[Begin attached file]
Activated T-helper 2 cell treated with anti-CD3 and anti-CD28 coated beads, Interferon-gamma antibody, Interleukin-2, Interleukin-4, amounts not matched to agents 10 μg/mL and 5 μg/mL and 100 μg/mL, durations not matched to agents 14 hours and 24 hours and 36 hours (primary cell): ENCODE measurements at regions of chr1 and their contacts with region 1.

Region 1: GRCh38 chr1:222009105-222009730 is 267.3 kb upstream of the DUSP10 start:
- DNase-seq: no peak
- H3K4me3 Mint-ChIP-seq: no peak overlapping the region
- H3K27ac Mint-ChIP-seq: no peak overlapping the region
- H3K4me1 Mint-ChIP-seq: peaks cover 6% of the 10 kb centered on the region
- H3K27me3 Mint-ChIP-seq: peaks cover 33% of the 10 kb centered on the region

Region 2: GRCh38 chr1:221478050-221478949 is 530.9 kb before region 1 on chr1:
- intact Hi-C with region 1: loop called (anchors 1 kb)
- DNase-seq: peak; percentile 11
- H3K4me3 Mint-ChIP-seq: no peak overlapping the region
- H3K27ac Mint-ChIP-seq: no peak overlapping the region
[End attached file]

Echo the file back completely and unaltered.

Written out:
Activated T-helper 2 cell treated with anti-CD3 and anti-CD28 coated beads, Interferon-gamma antibody, Interleukin-2, Interleukin-4, amounts not matched to agents 10 μg/mL and 5 μg/mL and 100 μg/mL, durations not matched to agents 14 hours and 24 hours and 36 hours (primary cell): ENCODE measurements at regions of chr1 and their contacts with region 1.

Region 1: GRCh38 chr1:222009105-222009730 is 267.3 kb upstream of the DUSP10 start:
- DNase-seq: no peak
- H3K4me3 Mint-ChIP-seq: no peak overlapping the region
- H3K27ac Mint-ChIP-seq: no peak overlapping the region
- H3K4me1 Mint-ChIP-seq: peaks cover 6% of the 10 kb centered on the region
- H3K27me3 Mint-ChIP-seq: peaks cover 33% of the 10 kb centered on the region

Region 2: GRCh38 chr1:221478050-221478949 is 530.9 kb before region 1 on chr1:
- intact Hi-C with region 1: loop called (anchors 1 kb)
- DNase-seq: peak; percentile 11
- H3K4me3 Mint-ChIP-seq: no peak overlapping the region
- H3K27ac Mint-ChIP-seq: no peak overlapping the region